Apps are in some countries part of a larger track-and-trace approach being taken.

How would I use a contact tracer?

Many countries are developing their own contact-tracing apps. For example the UK’s app is developed by the NHS and is based on Bluetooth signals between people’s phones. Other countries are creating apps that use GPS location data to work out when people may have been close to each other.

Some countries require people to download a contact-tracing app, while other countries recommend it.

What happens to the data from a contact tracer?

Each country is taking its own approach to how data is collected and used. Some, such as the UK, are holding most of the data on individual phones, but uploading it to a central server run by the NHS if someone reports that they have Covid-19. Others have built more decentralised apps where the data doesn’t get uploaded centrally.

What is an immunity passport?

An immunity passport is an idea for an app that could allow you to demonstrate to others that you are immune to Covid-19. This might be useful, for example, to show that you are not at risk when travelling on public transport or entering a building; and to show that you cannot be infectious and are therefore a low risk to others.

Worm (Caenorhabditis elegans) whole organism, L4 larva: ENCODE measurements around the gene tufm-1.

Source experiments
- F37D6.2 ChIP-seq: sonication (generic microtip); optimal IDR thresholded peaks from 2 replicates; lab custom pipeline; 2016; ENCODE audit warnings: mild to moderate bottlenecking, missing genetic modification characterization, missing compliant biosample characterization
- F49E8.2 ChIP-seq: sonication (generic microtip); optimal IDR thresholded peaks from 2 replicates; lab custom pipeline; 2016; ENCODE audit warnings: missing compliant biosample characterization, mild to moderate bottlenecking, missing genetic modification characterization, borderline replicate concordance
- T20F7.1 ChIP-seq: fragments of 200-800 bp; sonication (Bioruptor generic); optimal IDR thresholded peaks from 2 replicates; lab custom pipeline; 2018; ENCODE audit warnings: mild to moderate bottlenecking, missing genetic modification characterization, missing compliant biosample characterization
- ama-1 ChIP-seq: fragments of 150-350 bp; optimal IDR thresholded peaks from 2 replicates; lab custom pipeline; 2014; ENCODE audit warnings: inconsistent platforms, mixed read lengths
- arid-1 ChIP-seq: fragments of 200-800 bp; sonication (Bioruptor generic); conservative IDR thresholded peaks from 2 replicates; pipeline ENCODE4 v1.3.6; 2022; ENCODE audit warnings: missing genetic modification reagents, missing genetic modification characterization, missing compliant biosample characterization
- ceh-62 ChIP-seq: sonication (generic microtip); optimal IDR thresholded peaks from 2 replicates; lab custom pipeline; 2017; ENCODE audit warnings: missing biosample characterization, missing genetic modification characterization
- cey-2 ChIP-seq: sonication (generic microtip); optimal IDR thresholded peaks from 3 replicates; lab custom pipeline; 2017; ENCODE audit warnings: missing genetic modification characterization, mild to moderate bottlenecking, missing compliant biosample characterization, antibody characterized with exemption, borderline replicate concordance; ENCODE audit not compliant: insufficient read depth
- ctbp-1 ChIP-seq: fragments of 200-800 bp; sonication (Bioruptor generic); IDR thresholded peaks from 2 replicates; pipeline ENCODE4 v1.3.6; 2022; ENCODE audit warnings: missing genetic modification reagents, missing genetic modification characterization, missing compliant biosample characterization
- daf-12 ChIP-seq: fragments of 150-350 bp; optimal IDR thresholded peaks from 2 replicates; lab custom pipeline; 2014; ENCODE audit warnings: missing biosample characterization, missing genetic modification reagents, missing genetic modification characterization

Immunity passports do not yet exist. They are an idea that some people are discussing as a way of enabling people who have had Covid-19 to get back to work.

At the time of writing this explainer (May 2020), no-one knows whether people become immune to Covid-19 once they have it, or if they do have immunity how long that immunity lasts for. We think there are many risks in introducing an immunity passport based on having had Covid-19, such as it might encourage people to catch the disease, and fall sick, with consequences on both their own health and the ability of our health service to cope.

What people do and don’t know about Covid-19 apps

Right now governments are looking for solutions to ease us out of lockdown and to help people stay safe.

There is a lot we don’t know about the virus. Collecting, using and sharing data will help us all learn and tackle this complex and changing situation.

The data that can be collected from a symptom tracking app can help the research community understand Covid-19 and make better decisions about how to tackle this unique challenge. Using data about who someone who gets Covid-19 has been in contact with can help make sure those people don’t go on to infect others. Data about immunity could help us carefully navigate the transition to a post-Covid-19 future.

Technology can be helpful, but it is important that technology is effective, well built and proportionate. We all need to feel safe using apps that ask for personal data. They need to be clear and transparent on why, how, what and for how long they collect, use and share data. Data is also only part of a much bigger picture and set of interventions. Any innovation should be done in the open, so issues are raised and addressed early and to build trust in the apps we’re being asked to install.